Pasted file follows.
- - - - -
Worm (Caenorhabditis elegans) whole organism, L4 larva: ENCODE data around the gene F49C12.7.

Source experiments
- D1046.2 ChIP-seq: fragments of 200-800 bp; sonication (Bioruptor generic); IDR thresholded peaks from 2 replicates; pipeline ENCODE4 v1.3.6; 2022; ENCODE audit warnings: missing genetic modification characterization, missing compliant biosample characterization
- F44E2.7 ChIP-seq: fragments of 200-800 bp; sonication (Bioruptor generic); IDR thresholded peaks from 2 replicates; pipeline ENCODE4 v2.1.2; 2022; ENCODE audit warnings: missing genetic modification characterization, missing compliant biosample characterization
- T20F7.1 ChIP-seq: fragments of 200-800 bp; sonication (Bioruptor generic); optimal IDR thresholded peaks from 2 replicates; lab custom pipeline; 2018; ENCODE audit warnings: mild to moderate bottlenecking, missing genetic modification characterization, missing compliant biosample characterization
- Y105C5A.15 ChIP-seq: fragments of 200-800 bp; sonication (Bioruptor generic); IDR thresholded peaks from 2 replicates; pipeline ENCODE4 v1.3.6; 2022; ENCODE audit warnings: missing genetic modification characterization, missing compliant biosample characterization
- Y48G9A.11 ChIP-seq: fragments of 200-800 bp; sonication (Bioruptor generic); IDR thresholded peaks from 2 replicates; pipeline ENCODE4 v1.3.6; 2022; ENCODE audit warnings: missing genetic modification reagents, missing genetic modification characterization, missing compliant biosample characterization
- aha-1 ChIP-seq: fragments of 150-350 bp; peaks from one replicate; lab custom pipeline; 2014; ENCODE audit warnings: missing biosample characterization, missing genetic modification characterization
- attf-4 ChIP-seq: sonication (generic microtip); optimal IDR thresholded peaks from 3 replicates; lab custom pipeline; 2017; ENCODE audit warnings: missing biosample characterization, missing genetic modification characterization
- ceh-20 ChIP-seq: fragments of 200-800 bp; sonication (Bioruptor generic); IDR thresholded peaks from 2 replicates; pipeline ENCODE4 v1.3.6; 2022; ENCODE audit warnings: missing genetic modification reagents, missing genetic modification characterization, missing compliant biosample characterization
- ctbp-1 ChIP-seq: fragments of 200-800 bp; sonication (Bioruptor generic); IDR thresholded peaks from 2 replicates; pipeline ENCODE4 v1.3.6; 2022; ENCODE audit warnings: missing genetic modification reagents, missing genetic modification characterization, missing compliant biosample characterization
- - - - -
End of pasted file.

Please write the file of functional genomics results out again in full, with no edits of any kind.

Worm (Caenorhabditis elegans) whole organism, L4 larva: ENCODE data around the gene F49C12.7.

Source experiments
- D1046.2 ChIP-seq: fragments of 200-800 bp; sonication (Bioruptor generic); IDR thresholded peaks from 2 replicates; pipeline ENCODE4 v1.3.6; 2022; ENCODE audit warnings: missing genetic modification characterization, missing compliant biosample characterization
- F44E2.7 ChIP-seq: fragments of 200-800 bp; sonication (Bioruptor generic); IDR thresholded peaks from 2 replicates; pipeline ENCODE4 v2.1.2; 2022; ENCODE audit warnings: missing genetic modification characterization, missing compliant biosample characterization
- T20F7.1 ChIP-seq: fragments of 200-800 bp; sonication (Bioruptor generic); optimal IDR thresholded peaks from 2 replicates; lab custom pipeline; 2018; ENCODE audit warnings: mild to moderate bottlenecking, missing genetic modification characterization, missing compliant biosample characterization
- Y105C5A.15 ChIP-seq: fragments of 200-800 bp; sonication (Bioruptor generic); IDR thresholded peaks from 2 replicates; pipeline ENCODE4 v1.3.6; 2022; ENCODE audit warnings: missing genetic modification characterization, missing compliant biosample characterization
- Y48G9A.11 ChIP-seq: fragments of 200-800 bp; sonication (Bioruptor generic); IDR thresholded peaks from 2 replicates; pipeline ENCODE4 v1.3.6; 2022; ENCODE audit warnings: missing genetic modification reagents, missing genetic modification characterization, missing compliant biosample characterization
- aha-1 ChIP-seq: fragments of 150-350 bp; peaks from one replicate; lab custom pipeline; 2014; ENCODE audit warnings: missing biosample characterization, missing genetic modification characterization
- attf-4 ChIP-seq: sonication (generic microtip); optimal IDR thresholded peaks from 3 replicates; lab custom pipeline; 2017; ENCODE audit warnings: missing biosample characterization, missing genetic modification characterization
- ceh-20 ChIP-seq: fragments of 200-800 bp; sonication (Bioruptor generic); IDR thresholded peaks from 2 replicates; pipeline ENCODE4 v1.3.6; 2022; ENCODE audit warnings: missing genetic modification reagents, missing genetic modification characterization, missing compliant biosample characterization
- ctbp-1 ChIP-seq: fragments of 200-800 bp; sonication (Bioruptor generic); IDR thresholded peaks from 2 replicates; pipeline ENCODE4 v1.3.6; 2022; ENCODE audit warnings: missing genetic modification reagents, missing genetic modification characterization, missing compliant biosample characterization